State of New York Supreme Court, Appellate Division Third Judicial Department
July 29, 2010
IN THE MATTER OF DAMON VINCENT, APPELLANT,
BRIAN FISCHER, AS COMMISSIONER OF CORRECTIONAL SERVICES, RESPONDENT.
MEMORANDUM AND ORDER
Calendar Date: June 9, 2010
Before: Cardona, P.J., Peters, Rose, Malone Jr. and Garry, JJ.
Appeal from a judgment of the Supreme Court (Pritzker, J.), entered February 18, 2009 in Washington County, which dismissed petitioner's application, in a proceeding pursuant to CPLR article 78, to prohibit respondent from imposing a period of postrelease supervision upon him.
Petitioner pleaded guilty to kidnapping in the second degree and, in 2002, he was sentenced to an agreed-upon prison term of 18 years and "the standard period of postrelease supervision." After petitioner entered the prison system, the Department of Correctional Services (hereinafter DOCS) interpreted that statement as imposing a five-year period of postrelease supervision. Petitioner commenced this CPLR article 78 proceed seeking to prohibit DOCS from administratively adding that period to his sentence. Supreme Court dismissed the petition, prompting this appeal.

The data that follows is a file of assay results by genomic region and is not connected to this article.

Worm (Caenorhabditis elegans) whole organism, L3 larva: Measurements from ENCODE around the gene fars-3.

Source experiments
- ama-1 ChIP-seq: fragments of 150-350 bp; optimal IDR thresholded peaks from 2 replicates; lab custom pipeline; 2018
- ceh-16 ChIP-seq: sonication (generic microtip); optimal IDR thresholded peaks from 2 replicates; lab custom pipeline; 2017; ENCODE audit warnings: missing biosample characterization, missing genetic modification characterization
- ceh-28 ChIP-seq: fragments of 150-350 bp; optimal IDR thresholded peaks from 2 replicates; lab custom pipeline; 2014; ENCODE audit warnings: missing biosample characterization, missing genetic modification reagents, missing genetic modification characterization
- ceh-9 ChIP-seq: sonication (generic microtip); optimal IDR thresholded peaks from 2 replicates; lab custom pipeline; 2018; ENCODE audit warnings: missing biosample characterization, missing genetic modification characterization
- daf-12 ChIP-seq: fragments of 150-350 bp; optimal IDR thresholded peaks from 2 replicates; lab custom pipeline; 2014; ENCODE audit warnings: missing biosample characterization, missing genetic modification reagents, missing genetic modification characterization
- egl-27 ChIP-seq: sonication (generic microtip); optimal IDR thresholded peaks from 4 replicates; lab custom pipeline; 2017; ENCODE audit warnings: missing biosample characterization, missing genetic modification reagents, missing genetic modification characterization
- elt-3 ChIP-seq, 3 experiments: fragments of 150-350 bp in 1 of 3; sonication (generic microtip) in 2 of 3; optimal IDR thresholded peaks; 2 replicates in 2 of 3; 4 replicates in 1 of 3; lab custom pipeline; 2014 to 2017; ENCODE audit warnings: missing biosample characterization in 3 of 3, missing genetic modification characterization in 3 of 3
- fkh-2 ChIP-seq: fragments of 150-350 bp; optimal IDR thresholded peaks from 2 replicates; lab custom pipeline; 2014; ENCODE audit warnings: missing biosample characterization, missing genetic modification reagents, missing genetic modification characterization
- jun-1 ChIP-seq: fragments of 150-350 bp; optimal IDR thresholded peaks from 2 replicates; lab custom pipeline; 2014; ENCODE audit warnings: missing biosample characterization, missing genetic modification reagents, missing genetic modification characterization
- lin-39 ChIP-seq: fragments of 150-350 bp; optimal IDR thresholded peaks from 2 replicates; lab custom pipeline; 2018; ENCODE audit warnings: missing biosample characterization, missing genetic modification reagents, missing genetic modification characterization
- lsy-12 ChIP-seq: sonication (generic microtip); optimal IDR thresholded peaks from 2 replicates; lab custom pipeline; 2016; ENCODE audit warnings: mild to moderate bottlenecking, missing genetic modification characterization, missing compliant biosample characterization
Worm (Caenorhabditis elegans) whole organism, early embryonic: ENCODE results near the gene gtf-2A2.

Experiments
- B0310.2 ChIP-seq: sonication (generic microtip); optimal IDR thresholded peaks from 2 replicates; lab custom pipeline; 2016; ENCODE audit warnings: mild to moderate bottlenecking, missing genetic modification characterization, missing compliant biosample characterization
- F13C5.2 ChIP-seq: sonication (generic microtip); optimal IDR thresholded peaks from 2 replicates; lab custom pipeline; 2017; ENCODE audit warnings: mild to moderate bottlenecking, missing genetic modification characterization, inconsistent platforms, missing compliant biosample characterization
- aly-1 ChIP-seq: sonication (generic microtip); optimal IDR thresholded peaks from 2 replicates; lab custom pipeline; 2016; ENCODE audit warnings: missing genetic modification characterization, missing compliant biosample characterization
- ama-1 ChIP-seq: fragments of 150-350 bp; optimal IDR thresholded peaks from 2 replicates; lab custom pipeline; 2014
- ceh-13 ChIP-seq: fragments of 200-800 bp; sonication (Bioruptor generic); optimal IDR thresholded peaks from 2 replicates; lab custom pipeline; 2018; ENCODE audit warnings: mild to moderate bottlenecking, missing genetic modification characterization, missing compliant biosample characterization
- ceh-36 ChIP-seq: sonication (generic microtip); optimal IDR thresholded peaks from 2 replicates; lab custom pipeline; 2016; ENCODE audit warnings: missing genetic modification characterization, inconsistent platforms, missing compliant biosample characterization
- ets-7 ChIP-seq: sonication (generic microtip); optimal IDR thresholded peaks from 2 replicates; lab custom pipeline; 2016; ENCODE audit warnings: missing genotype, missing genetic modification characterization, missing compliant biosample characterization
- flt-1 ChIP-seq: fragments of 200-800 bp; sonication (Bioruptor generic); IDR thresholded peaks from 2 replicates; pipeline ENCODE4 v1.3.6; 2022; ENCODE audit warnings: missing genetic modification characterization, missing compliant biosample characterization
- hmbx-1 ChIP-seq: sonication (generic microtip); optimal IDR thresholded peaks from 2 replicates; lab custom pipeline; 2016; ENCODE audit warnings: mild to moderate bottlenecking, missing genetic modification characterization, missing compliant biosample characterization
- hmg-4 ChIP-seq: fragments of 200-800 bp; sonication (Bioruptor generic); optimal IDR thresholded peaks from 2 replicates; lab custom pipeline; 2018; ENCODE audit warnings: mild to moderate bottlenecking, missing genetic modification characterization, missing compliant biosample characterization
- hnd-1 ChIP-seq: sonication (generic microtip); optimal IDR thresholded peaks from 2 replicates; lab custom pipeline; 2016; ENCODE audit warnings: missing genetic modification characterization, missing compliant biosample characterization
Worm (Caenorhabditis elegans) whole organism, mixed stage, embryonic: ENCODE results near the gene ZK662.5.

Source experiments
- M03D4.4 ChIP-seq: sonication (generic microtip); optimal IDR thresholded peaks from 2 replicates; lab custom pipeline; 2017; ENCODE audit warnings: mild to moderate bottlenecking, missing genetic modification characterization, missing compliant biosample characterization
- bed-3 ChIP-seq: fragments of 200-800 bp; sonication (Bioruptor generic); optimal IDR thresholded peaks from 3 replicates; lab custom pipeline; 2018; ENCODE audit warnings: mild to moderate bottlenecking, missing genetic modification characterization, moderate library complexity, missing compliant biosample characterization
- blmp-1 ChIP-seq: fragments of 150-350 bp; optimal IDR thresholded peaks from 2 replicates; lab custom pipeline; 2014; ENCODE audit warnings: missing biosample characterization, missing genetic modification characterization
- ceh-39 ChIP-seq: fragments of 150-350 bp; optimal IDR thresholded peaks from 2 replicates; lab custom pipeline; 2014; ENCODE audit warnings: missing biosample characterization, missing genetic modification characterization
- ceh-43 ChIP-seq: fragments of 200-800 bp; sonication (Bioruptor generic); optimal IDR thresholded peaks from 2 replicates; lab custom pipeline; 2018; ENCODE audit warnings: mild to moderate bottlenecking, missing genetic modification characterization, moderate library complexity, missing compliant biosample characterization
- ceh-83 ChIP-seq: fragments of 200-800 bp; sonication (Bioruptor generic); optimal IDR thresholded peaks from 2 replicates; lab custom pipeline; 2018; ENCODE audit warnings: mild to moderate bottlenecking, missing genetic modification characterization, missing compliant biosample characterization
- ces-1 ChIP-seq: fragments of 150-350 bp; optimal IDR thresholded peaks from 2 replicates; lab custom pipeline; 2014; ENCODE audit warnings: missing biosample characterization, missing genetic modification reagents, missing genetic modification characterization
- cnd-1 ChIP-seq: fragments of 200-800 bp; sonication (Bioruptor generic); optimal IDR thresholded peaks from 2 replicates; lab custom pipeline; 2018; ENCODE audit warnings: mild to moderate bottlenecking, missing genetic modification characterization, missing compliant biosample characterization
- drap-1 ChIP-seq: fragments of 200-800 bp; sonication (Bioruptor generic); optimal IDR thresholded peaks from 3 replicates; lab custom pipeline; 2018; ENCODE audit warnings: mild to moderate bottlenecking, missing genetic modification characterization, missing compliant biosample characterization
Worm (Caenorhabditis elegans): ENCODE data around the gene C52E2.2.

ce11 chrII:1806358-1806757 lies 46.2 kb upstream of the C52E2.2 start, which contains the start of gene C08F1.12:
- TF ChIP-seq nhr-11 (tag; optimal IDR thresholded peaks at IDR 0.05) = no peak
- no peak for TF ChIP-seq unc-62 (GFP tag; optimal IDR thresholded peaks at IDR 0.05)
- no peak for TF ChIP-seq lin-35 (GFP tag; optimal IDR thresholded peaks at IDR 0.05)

We reverse. Even if, as respondent claims, the period of postrelease supervision was set by law, the sentencing court was nevertheless required to pronounce the specific period at sentencing (see CPL 380.20, 380.40; People v Sparber, 10 NY3d 457, 470-471 ; People v Jones, 61 AD3d 701, 701 ). As the sentencing court did not do so, DOCS was without jurisdiction to specify the period of postrelease supervision (see Matter of Garner v New York State Dept. of Correctional Servs., 10 NY3d 358, 362 ; Matter of Dreher v Goord, 46 AD3d 1261, 1262 ). Petitioner is accordingly entitled to a writ prohibiting DOCS from imposing any period of postrelease supervision not specified in his sentence, although DOCS may take the proper steps to have his sentence corrected by the sentencing court.
Cardona, P.J., Peters, Rose, Malone Jr. and Garry, JJ., concur.
ORDERED that the judgment is reversed, on the law, without costs, and petition granted.
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